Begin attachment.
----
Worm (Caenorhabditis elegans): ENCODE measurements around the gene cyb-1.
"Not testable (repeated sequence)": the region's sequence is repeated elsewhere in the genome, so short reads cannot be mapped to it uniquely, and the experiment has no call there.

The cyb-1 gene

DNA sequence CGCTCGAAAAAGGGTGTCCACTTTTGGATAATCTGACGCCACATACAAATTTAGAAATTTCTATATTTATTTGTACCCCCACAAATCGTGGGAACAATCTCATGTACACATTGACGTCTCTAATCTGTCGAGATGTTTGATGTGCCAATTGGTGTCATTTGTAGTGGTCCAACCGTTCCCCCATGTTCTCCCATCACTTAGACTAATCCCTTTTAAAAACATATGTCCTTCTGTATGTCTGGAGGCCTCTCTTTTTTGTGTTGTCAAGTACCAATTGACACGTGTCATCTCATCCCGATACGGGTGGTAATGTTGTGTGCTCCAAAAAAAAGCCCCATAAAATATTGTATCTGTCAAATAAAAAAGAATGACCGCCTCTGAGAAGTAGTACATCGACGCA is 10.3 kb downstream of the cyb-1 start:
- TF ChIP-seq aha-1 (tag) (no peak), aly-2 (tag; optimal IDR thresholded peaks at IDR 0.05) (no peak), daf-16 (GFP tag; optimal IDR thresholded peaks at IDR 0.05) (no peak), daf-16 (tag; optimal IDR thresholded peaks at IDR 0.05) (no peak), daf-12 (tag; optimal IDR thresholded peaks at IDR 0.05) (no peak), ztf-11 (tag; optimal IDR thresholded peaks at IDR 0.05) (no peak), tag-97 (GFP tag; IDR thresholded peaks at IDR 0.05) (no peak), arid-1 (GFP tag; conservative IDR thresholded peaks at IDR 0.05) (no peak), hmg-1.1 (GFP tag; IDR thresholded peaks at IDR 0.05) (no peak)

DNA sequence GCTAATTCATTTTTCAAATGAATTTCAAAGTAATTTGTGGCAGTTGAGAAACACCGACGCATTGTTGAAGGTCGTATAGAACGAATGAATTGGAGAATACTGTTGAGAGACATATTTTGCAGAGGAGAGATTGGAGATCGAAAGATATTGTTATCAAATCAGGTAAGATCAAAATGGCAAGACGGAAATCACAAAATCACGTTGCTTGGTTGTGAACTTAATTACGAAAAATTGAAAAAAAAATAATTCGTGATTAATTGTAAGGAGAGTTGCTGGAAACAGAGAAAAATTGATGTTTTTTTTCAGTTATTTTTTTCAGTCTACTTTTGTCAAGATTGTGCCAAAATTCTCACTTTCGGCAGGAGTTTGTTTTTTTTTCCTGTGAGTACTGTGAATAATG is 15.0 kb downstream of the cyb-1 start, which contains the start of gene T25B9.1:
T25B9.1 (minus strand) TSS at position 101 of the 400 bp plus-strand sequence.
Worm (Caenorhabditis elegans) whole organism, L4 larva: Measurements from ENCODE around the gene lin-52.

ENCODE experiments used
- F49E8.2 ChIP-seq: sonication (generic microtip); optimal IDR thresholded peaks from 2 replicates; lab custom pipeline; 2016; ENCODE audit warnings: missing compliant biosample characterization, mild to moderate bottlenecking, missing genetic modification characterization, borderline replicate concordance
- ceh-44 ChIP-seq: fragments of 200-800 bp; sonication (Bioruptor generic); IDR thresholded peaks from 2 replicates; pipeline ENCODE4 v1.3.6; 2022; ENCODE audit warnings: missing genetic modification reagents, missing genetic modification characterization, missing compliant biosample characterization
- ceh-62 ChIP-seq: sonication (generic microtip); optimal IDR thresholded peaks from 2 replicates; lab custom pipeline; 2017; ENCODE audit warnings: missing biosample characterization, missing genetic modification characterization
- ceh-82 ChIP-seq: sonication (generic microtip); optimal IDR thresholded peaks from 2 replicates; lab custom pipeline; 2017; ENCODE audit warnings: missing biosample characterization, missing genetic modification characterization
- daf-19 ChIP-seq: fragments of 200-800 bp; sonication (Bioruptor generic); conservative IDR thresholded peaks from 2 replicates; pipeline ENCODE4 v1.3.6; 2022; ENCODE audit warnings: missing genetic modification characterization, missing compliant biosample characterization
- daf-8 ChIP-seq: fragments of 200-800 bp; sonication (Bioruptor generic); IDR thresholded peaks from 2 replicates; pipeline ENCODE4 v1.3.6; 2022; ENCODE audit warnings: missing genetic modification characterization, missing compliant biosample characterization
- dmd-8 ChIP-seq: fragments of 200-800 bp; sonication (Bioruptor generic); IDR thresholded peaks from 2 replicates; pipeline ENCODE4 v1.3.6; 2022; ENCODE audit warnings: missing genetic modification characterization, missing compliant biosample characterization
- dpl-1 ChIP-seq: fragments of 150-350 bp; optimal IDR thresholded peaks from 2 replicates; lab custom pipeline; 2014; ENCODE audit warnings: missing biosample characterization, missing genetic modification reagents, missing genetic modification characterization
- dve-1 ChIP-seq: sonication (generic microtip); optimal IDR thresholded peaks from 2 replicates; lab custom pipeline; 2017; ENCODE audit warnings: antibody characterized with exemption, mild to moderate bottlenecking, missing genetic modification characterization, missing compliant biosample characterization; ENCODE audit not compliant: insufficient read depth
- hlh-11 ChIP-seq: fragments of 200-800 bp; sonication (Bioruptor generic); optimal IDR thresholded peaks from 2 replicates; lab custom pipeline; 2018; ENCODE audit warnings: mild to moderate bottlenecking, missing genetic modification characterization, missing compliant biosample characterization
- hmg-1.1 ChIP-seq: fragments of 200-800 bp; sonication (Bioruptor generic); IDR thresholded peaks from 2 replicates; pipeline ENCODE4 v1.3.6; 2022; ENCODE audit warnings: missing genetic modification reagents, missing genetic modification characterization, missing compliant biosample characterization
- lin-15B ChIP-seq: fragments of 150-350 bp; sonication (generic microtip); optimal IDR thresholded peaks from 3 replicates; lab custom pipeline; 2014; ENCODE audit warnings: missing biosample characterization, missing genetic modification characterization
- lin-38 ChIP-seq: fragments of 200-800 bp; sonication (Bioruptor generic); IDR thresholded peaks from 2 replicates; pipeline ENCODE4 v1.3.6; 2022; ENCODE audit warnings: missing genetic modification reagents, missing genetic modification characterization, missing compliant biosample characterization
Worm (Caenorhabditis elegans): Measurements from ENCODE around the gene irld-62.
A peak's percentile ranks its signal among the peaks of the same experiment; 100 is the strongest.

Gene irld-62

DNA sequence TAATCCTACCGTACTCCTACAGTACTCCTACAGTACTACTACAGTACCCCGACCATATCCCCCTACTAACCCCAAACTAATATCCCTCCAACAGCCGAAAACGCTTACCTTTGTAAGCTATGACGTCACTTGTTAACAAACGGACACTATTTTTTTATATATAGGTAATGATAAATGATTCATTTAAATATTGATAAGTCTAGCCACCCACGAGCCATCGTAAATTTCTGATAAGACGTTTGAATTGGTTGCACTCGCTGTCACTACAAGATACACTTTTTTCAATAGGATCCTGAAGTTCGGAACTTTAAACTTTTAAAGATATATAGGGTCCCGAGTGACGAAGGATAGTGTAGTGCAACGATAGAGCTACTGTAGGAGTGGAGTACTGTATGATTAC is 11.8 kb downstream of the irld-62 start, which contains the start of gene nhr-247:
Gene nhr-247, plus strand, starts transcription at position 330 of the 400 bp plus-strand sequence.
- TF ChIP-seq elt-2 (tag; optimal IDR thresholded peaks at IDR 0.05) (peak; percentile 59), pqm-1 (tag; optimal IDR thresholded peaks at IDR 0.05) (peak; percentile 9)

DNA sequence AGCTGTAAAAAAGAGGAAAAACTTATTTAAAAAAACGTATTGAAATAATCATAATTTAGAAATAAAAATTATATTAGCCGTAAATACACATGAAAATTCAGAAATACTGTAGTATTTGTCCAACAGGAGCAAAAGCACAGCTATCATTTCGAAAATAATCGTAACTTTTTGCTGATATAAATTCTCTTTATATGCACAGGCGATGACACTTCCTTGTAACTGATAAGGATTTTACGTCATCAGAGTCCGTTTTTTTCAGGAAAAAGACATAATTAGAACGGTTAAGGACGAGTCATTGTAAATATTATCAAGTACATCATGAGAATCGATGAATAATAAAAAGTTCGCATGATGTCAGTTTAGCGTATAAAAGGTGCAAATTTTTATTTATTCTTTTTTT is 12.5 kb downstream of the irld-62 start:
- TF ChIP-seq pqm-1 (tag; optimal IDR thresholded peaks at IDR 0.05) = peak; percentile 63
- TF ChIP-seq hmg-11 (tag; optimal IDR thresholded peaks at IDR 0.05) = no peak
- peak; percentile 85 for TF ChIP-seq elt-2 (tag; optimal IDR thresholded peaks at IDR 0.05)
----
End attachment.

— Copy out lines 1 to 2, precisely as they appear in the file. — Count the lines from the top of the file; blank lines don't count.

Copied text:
Worm (Caenorhabditis elegans): ENCODE measurements around the gene cyb-1.
"Not testable (repeated sequence)": the region's sequence is repeated elsewhere in the genome, so short reads cannot be mapped to it uniquely, and the experiment has no call there.